• Hi Maya, have another property that I get rental income from and have the means to pay off the outstanding amount for the bond but I’m weary on going that route, especially regarding the tax implication I would not be able to claim back the interest payment on the bond. Have also been paying extra but had not informed the bank to allocate to the principal debt. To pay off the full loan and get an increased tax bill on rental or to allocate the extra payment over the years and ask the bank to reduce the monthly instalment?

  • Hi Maya I see that you say depending on your home loan agreement the bank would allocate the extra money to the priciple debt, under which circumstances or type of loan agreement would this not be the case.?

  • Good day, thank you very much for such stress saving input. I truly appreciate this. My question is i just realised my monthly installments increasing instead annually. what is the reason for this? as a would want a stanble monthly payment. secondly will paying that extra a month help to ensure i get fixed monthly installment? I am truly grateful for this advise

  • Ma’am

    I save to the tune of 30k a yr and I want to put this down on my bond every yr, does this means I will finish my bond earlier than the initial 20yrs?

    Lastly I’m contemplating of taking a lone and pay off my bond and pay the loan over a period of 5yrs which is quiet cheaper is that possible?

    Thanx

    • Any money you put into your bond will reduce the repayment period. It would make no sense to take out a loan to settle your mortgage as your mortgage would be at a much lower interest rate than the loan. Rather just pay extra into your mortgage

  • Let’s say you get paid on the 20th of every month but you put extra amount on the 1st of every month, would it also count or u have to put in extra amount on the same date the debit order goes through??

  • Do we need to go into the bank and arrange with them or does the bank automatically picks up the extra payment each month and directs it to the principal amount of debt cause I have been paying between a 500.00 to a 1000.00 extra each month and haven’t seen any adjustments to my statement or is it still early bound period now is about 8 years running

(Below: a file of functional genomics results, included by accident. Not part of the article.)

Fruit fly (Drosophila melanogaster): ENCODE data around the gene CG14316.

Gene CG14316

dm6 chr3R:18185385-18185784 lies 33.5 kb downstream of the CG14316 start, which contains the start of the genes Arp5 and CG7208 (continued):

• It should automatically go to the principle debt, but what I found with my bank was that as I paid in extra, they lowered the installment amount so it would still be paid off over the full period. I had to ask them to retain the original installment amount. I would suggest you ask the bank for the amortization statement – that will give you a better idea of the impact of those extra payments

  • According to me Home loans are a way to entrap people into unending debt. Don’t get a home loan unless you can pay 50% of the bond in cash. The best thing is to rent, but unfortunately there is a perception that renting a property is bad. People need to wisen up!

    • Based on calculations I have done, it takes about seven years for rent to catch up with the bond repayment. so if you are not planning on living there for more than at least five years, rental may be a better option

  • Hi Maya, if you pay in a lump sum like R200000 towards your home loan, will that reduce my interest on my home loan? How can I ensure that overall, I pay off my home loan quicker n with less interest?

    • I am tempted to cancel my investment portfolio (unit trust) and divert that monthly premium to the bond insted. The portfolio has been active for 5 years (investment term 15 years) and has literally been no positive gain since inception. It is frustrating to be charged all this monthly fees but 0 perfomance . I’m already paying R 2200 extra payment on R 6000 installment p/m bond at 10.75 % interest rate and the R 1100 monthly from the investment can make a massive impact in reducing loan term. Is it a wise decision to cancel investment? (Investment was just to save money)

      • You have been through one of the worst bear markets we have seen in a long time. But that is usually the time NOT to cash in. The markets have started to recover. I would suggest you also look at your investments to ensure you have a well-diversified portfolio

  • Very informative just got approved for a home loan on higher interest but due to my credit profile so they say. I appreciate the advice.

    Can I move my bond to other bank or negotiate lesser rate at the later stage?

  • I’ve been paying more on my loan for the longest time, yes first few years I’ve been difference, but later it was changing, not moving or even going up. I visited my bank several times and I was told is because of the insurance (25year money back guarantee) that I have signed, they can’t help me

    • The bank will immediately allocate that to the capital balance, so it reduces your outstanding amount. The only thing to check is whether they then reduce your monthly installment (as you have a lower balance). You want them to keep the normal installment so that you can pay off sooner